In October, the cinematic adaptation of Andy Weir’s popular SF novel The Martian will land in theaters nationwide. Given the book’s immense fan base and the film’s pedigree—it’s directed by Ridley Scott and stars Matt Damon and Jessica Chastain—Hollywood has huge expectations.

All that glitz belies the book’s extremely humble beginnings. The Martian, the story of a stranded astronaut named Mark Watney struggling to survive on Mars’s uninhabitable surface, was originally serialized for free on Weir’s personal website. But the book’s cult following truly exploded when Weir complied with readers’ requests for a Kindle e-book edition, which lead Random House’s Crown Publishing Group to buy the print rights. The same week that deal closed, 20th Century Fox snapped up the film rights. Crown released the title in February 2014.

Often overlooked in The Martian’s takeoff, however, is the audiobook deal that Weir struck with Toronto upstart Podium Publishing, about 11 months before Crown’s print release. That collaboration resulted in the book becoming the top-selling title across Audible, and receiving a 2015 Audie Award for Best Science Fiction (narrator R.C. Bray was also nominated for Best Male Solo Performance), among other accolades.

“It was actually the first professional deal I made with The Martian,” Weir says. “I thought it was a nice, incremental step forward for exposure for the book.”

At the time, Podium Publishing—founded in 2010—had only published nonfiction audiobooks. But company cofounder and v-p of production Greg Lawrence, a SF/fantasy aficionado, stumbled on Weir’s website and sent the link to the author’s free edition to fellow cofounder and v-p of acquisitions James Tonn.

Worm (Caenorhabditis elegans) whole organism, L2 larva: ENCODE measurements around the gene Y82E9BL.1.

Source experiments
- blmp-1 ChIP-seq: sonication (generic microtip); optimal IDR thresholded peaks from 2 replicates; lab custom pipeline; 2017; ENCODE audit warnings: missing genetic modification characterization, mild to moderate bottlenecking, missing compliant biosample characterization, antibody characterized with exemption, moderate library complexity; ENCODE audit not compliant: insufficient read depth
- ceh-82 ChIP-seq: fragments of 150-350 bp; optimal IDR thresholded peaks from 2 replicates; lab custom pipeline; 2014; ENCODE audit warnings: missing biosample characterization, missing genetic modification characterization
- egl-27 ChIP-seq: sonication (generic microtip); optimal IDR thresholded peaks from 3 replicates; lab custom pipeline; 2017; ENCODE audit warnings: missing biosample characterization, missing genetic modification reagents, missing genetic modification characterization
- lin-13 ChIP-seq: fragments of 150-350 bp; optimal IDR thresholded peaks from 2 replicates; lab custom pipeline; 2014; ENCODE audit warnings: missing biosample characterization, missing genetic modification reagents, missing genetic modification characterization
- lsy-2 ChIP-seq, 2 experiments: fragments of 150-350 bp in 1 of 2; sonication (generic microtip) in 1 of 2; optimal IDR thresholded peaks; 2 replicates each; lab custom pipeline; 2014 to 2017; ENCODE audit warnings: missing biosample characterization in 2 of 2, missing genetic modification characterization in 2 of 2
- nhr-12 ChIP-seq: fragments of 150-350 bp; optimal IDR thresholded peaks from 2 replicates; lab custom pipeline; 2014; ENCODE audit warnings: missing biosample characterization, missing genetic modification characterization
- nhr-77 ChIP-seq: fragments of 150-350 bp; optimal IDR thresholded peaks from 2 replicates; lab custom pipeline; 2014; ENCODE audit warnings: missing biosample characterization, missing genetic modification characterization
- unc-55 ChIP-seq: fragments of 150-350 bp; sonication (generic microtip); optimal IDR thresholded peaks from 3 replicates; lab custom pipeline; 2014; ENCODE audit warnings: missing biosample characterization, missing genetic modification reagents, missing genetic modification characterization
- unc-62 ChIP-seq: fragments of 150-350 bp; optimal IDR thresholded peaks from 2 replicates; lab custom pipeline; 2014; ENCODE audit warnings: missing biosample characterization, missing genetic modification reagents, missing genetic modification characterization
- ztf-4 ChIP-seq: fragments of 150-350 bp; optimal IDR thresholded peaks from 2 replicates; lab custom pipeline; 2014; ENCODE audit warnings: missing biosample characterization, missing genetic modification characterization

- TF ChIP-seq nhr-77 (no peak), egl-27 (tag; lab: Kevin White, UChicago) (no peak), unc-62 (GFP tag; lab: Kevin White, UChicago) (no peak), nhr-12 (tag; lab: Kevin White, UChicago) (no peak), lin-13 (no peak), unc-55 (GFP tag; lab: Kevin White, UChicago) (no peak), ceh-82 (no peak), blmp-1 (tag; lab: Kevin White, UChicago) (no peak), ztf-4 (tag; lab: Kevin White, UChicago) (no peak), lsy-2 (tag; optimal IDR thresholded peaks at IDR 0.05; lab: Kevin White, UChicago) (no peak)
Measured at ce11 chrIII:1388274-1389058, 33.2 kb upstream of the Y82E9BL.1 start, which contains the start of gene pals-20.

The Martian appealed to Lawrence because of the copious research and the hard science accentuating Weir’s survival epic. Finding a narrator was tricky. Tonn initially envisioned a “nerdy” voice, but Lawrence, who’d worked with 200 voice actors, zeroed in on Bray.

But then Bray almost declined the job. He’d just finished narrating a handful of SF books and wanted to change genres, possibly in favor of doing a thriller. “Then I took a moment to read the opening line and thought: well now, this could be interesting,” Bray says.

In fact, Bray would go on to perform the book more than once. The first time was based on Weir’s original text. But when Crown bought the print rights, it put the book through a fresh round of edits, resulting in revisions and an altered ending.

Given the audiobook’s success, it’s fair to wonder if it had impact on the print deal—and, eventually, the movie deal. But Julian Pavia, Weir’s editor at Crown, says no: “Our excitement about publishing The Martian was based on the material itself, so the audio edition wasn’t relevant to our decision making at all. But we’re of course really glad that Andy’s fans have responded so positively to it.”

“A lot of these things happened simultaneously,” Weir says. “Crown approached me before the audiobook was out yet.”

At Podium’s request, Weir removed the free version of the novel from his site and then, at Crown’s request, the Kindle e-book. So for an interval, Podium had the only available edition of The Martian—a situation that Weir believes boosted audiobook sales.

Ultimately, some kinks needed to be ironed out between Podium and Crown, as Weir had two potentially conflicting contracts. He signed his deal with Podium before he had an agent, and the contract had nonstandard elements. For instance, the audiobook deal had a seven-year expiration date, at a time when 12–18 months was the industry norm. Additionally, the contract allowed Podium to block print publication.

“They could have quashed my deal with Random House,” Weir recalls.“[But] they let me pay them a small fee and modify my contract so I no longer had that clause, making it 100% clear to bring Random House on board. That was in their interests too: the print deal helps the audiobook sales.”